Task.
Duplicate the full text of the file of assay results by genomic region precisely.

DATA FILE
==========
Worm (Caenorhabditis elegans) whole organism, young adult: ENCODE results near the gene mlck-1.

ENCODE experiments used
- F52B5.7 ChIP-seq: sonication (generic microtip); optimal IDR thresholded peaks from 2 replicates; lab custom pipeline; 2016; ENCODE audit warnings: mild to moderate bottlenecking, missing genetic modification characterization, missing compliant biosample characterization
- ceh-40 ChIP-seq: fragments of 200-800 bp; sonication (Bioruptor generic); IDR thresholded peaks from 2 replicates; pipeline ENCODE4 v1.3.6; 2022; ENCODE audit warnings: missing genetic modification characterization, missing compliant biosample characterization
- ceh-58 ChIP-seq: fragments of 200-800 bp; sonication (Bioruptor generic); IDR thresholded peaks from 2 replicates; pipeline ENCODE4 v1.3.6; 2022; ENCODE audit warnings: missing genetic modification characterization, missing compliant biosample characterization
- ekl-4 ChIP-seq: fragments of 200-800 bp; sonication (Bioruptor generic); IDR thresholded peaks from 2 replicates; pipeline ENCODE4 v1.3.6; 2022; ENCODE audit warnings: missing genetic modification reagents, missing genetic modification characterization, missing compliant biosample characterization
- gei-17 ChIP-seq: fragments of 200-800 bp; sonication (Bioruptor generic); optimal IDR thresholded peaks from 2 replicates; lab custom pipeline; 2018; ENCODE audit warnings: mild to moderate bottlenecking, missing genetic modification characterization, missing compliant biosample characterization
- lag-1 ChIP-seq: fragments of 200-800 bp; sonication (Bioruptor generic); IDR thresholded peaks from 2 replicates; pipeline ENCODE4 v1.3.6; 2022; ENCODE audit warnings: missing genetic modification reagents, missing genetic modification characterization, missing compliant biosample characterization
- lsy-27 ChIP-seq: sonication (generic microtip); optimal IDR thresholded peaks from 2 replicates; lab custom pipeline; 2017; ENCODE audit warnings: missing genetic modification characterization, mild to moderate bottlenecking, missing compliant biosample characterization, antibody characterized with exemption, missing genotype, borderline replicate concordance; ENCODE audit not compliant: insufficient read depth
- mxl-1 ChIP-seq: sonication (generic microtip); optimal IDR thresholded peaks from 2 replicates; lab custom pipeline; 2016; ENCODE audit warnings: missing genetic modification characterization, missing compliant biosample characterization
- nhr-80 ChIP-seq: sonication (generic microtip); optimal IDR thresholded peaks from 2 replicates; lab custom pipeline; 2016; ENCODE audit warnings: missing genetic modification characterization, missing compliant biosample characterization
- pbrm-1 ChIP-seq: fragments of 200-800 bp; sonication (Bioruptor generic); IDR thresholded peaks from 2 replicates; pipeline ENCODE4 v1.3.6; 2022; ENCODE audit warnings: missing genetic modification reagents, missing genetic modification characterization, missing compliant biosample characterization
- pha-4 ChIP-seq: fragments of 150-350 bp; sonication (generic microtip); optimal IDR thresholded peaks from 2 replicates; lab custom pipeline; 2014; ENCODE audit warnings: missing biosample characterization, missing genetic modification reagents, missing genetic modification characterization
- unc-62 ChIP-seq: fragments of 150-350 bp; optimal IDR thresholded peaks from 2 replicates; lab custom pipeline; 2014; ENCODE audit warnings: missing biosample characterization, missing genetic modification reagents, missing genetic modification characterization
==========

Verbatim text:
Worm (Caenorhabditis elegans) whole organism, young adult: ENCODE results near the gene mlck-1.

ENCODE experiments used
- F52B5.7 ChIP-seq: sonication (generic microtip); optimal IDR thresholded peaks from 2 replicates; lab custom pipeline; 2016; ENCODE audit warnings: mild to moderate bottlenecking, missing genetic modification characterization, missing compliant biosample characterization
- ceh-40 ChIP-seq: fragments of 200-800 bp; sonication (Bioruptor generic); IDR thresholded peaks from 2 replicates; pipeline ENCODE4 v1.3.6; 2022; ENCODE audit warnings: missing genetic modification characterization, missing compliant biosample characterization
- ceh-58 ChIP-seq: fragments of 200-800 bp; sonication (Bioruptor generic); IDR thresholded peaks from 2 replicates; pipeline ENCODE4 v1.3.6; 2022; ENCODE audit warnings: missing genetic modification characterization, missing compliant biosample characterization
- ekl-4 ChIP-seq: fragments of 200-800 bp; sonication (Bioruptor generic); IDR thresholded peaks from 2 replicates; pipeline ENCODE4 v1.3.6; 2022; ENCODE audit warnings: missing genetic modification reagents, missing genetic modification characterization, missing compliant biosample characterization
- gei-17 ChIP-seq: fragments of 200-800 bp; sonication (Bioruptor generic); optimal IDR thresholded peaks from 2 replicates; lab custom pipeline; 2018; ENCODE audit warnings: mild to moderate bottlenecking, missing genetic modification characterization, missing compliant biosample characterization
- lag-1 ChIP-seq: fragments of 200-800 bp; sonication (Bioruptor generic); IDR thresholded peaks from 2 replicates; pipeline ENCODE4 v1.3.6; 2022; ENCODE audit warnings: missing genetic modification reagents, missing genetic modification characterization, missing compliant biosample characterization
- lsy-27 ChIP-seq: sonication (generic microtip); optimal IDR thresholded peaks from 2 replicates; lab custom pipeline; 2017; ENCODE audit warnings: missing genetic modification characterization, mild to moderate bottlenecking, missing compliant biosample characterization, antibody characterized with exemption, missing genotype, borderline replicate concordance; ENCODE audit not compliant: insufficient read depth
- mxl-1 ChIP-seq: sonication (generic microtip); optimal IDR thresholded peaks from 2 replicates; lab custom pipeline; 2016; ENCODE audit warnings: missing genetic modification characterization, missing compliant biosample characterization
- nhr-80 ChIP-seq: sonication (generic microtip); optimal IDR thresholded peaks from 2 replicates; lab custom pipeline; 2016; ENCODE audit warnings: missing genetic modification characterization, missing compliant biosample characterization
- pbrm-1 ChIP-seq: fragments of 200-800 bp; sonication (Bioruptor generic); IDR thresholded peaks from 2 replicates; pipeline ENCODE4 v1.3.6; 2022; ENCODE audit warnings: missing genetic modification reagents, missing genetic modification characterization, missing compliant biosample characterization
- pha-4 ChIP-seq: fragments of 150-350 bp; sonication (generic microtip); optimal IDR thresholded peaks from 2 replicates; lab custom pipeline; 2014; ENCODE audit warnings: missing biosample characterization, missing genetic modification reagents, missing genetic modification characterization
- unc-62 ChIP-seq: fragments of 150-350 bp; optimal IDR thresholded peaks from 2 replicates; lab custom pipeline; 2014; ENCODE audit warnings: missing biosample characterization, missing genetic modification reagents, missing genetic modification characterization